Is dribbling passe?

Master dribblers... Australia's Jaime Dwyer (pic left, getting the better of Holland's Taeke Taekema) and Floris Evers of the Netherlands.-AP, RAJEEV BHATT Master dribblers... Australia's Jaime Dwyer (pic left, getting the better of Holland's Taeke Taekema) and Floris Evers of the Netherlands.

In modern hockey where tactical plays and defensive systems dominate, dribbling has lost its significance. However, the experts are divided on the relevance of the old sub-continental style. Y. B. Sarangi takes stock.

Is dribbling, an art that can breach the best of defences on the field and win many hearts in the stands, passé in hockey?

In the recent World Cup held in Delhi, one could not find many practitioners of the art in which the players from the Sub-continent were the masters, from the days of Dhyan Chand.

India and Pakistan ruled the roost in the sport for a long time. The players' major strength used to be the artistry of controlling the ball with their magical stick-work and their ability to dodge past the rival defenders while surging ahead.

Modern hockey, where tactical plays and defensive systems dominate, has seen the decline of the ‘dribble' and it may soon become ‘extinct'. Experts and critics dub it as outdated and useless.

Now, the main aim is to relay the ball across the length and breadth of the field through accurate passing. After all, everyone agrees, the ball travels faster than the man. If the idea is to reach the other end, then pass, and pass quickly. But then, this is easier said than done. The Australians can pass the ball around with precision, as they showed against India in the league match of the World Cup. But they do have good dribblers in captain Jamie Dwyer and Desmond Abbott, and to a lesser extent Glenn Turner.

Nobody disputes the beauty of dribbling and no one who saw Dwyer, Holland captain Teun de Noojier or the Spanish skipper, Pol Amat, during the World Cup could have said that the ‘dribble' is extinct or useless in international hockey. Teun de Nooijer continues to be devastating with his dribbles. He, however, says dribbling should be used as per the situation and according to the team's needs.

Another Dutch player, Floris Evers, also an expert dribbler, says he likes the Sub-continental style of hockey because of the exhibition of deft stick-work. “I like to watch Indian and Pakistan teams play. My idol is Shahbaz Ahmed (the renowned Pakistani forward of the 1990s); I like the way he used to dribble,” says Evers.

Amat says, “Dribbling is not the most important thing” in modern hockey. The Spaniard, however, was seen dribbling his way through the length of the pitch in the match against India which Spain won comfortably.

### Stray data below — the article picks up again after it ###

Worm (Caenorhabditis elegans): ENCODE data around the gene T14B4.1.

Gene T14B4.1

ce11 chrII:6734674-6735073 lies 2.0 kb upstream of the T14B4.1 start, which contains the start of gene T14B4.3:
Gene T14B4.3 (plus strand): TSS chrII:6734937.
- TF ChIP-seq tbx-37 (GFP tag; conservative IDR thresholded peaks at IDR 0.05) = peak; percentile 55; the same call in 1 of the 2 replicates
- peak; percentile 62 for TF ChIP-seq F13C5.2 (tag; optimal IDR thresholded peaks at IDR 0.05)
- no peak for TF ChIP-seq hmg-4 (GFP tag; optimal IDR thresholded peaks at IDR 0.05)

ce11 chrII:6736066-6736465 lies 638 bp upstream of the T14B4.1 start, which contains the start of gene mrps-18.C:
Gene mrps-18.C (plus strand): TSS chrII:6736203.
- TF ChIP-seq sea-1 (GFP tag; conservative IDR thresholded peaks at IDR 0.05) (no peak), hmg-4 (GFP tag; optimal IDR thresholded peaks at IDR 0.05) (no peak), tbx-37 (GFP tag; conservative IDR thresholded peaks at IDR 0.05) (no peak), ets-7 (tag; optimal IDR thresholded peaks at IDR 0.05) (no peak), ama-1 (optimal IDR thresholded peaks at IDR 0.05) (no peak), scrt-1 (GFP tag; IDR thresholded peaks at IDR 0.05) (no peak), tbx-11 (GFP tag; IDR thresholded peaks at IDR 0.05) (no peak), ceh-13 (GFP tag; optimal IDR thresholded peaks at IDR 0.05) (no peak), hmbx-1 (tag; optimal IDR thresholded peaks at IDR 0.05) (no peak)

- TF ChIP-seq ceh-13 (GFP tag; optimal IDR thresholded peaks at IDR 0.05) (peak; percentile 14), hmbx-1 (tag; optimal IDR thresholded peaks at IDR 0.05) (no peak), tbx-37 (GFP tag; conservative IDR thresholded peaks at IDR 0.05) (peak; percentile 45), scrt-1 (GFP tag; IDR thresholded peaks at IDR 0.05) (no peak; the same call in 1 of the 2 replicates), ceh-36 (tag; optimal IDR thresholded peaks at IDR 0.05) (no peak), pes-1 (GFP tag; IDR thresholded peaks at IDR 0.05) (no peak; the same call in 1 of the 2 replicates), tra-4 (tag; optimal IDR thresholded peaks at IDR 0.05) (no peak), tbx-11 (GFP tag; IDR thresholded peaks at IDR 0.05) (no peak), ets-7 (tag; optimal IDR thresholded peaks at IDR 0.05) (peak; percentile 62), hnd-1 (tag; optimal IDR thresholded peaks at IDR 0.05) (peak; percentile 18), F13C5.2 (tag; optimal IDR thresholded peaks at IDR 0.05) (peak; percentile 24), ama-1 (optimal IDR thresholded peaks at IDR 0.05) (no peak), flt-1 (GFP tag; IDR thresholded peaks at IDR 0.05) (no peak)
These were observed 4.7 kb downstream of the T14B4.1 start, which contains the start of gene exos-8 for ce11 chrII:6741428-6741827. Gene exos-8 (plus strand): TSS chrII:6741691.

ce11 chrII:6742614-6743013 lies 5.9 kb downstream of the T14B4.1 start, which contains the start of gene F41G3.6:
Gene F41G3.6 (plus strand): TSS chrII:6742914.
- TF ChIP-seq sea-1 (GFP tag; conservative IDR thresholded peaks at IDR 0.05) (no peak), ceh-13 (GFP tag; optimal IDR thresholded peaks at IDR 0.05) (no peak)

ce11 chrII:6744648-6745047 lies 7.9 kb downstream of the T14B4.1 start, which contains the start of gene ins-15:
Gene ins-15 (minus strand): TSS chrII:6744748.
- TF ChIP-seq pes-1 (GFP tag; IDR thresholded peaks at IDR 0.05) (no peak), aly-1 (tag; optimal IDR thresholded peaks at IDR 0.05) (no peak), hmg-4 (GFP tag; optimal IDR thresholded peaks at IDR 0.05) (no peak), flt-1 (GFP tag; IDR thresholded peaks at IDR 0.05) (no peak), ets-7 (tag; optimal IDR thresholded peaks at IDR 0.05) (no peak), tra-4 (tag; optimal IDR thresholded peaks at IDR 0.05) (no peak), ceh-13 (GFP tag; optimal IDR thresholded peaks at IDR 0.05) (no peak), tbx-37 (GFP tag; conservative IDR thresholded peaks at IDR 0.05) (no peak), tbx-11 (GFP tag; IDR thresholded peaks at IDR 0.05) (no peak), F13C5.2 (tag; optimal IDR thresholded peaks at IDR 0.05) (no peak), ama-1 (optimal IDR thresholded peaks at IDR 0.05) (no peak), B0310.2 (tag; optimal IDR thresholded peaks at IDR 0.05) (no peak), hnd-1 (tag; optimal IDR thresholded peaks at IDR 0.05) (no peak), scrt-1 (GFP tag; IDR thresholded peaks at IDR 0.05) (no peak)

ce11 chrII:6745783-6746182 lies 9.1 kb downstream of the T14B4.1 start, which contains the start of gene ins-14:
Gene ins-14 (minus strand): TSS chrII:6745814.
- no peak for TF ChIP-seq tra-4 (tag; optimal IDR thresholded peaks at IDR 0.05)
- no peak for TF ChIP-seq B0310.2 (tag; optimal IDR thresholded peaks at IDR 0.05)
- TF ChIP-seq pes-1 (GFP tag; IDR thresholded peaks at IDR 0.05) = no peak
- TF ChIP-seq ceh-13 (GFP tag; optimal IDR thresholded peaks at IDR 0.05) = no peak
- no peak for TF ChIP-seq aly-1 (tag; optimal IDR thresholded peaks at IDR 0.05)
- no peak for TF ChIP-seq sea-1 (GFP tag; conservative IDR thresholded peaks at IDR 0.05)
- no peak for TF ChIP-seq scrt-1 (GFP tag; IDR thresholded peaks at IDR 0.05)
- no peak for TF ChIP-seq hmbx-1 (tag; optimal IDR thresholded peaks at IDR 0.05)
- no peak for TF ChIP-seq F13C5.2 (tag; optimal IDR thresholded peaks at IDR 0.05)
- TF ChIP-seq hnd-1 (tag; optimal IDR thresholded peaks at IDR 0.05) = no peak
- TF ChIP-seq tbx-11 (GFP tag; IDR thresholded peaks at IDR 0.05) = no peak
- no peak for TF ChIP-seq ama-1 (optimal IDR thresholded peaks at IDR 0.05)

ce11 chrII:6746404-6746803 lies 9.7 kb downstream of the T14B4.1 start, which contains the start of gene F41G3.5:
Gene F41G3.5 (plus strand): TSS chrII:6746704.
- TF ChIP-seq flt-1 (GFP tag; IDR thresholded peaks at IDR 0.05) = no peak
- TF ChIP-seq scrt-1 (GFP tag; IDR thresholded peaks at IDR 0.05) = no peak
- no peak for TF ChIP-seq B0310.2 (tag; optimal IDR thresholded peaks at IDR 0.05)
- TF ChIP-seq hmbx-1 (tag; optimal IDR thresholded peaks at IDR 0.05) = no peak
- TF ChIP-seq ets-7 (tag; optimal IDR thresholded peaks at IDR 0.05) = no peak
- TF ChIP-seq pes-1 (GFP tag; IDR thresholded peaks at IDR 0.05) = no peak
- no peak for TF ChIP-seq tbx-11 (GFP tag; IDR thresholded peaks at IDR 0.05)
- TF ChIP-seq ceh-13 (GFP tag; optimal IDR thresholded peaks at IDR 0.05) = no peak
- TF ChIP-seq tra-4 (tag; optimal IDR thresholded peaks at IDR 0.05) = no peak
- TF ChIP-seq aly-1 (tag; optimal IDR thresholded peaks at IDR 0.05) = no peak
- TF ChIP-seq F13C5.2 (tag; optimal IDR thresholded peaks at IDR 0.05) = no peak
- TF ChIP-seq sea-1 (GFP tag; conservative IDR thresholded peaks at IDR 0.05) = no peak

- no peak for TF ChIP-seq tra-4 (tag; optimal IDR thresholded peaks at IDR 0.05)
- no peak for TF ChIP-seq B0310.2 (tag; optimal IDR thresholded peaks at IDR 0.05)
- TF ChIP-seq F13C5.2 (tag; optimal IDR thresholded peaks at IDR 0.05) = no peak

“The crowd comes to see the artist,” says Mohammad Shahid, one of the best dribblers Indian hockey has seen. “Just remember (in football) how the great Maradona used to dodge past five or six opponents. Those were the moments to cherish,” he adds.

Another exponent of the art, who figured prominently in India's solitary triumph in the World Cup, back in 1975, Ashok Kumar, also misses the sight of a player dribbling his way past a horde of defenders.

“Ball-control and dodging used to be the key components of dribbling. That used to bring a lot of excitement to the game,” he says.

“Today's game is not the brand of hockey we used to play,” he adds.

But is dribbling relevant in today's hockey?

“Yes,” argues Shahid. “I played three Olympics on astro-turf… The Europeans were strongly-built. We could beat them by relying on our skills,” he says.

Today, when penalty corners have become so important, and when India struggles to get a penalty corner in a crucial match at a difficult stage, old-timers invariably recall the days when a Shahid or an Ashok could get a PC almost at will.

Shahid says at least India and Pakistan should not dump their strengths in their bid to adopt the Western methods. “We are playing their (European's) game. Rather, we should play our own style of hockey,” he stresses.

Australia still mixes the Sub-continental style with its own brand of ‘aggressive hockey'.

The Dutch and the Spaniards showed that the ‘dribble' was still an effective weapon if there were able practitioners like Teun de Nooijer and Pol Amat in a team who can not only dribble and strike but can set up goals for their team-mates with equal efficiency.

It is when an Indian player dribbles a long way only to lose the ball in the opponent's 25-yard or to pass wrongly that the critics wail, “oh, but why can't he pass the ball?” The dribble is then dubbed as the most outdated art.

When the attempt in India is to learn the best from the West, International Hockey Federation (FIH) Coaching Manager Tayyab Ikram's advice to adopt a balanced approach looks to be the best for Indian hockey.

Mercifully, Chief Coach Jose Brasa has attempted just that, a mixture of European hockey coupled with old Indian style dribbling and passing.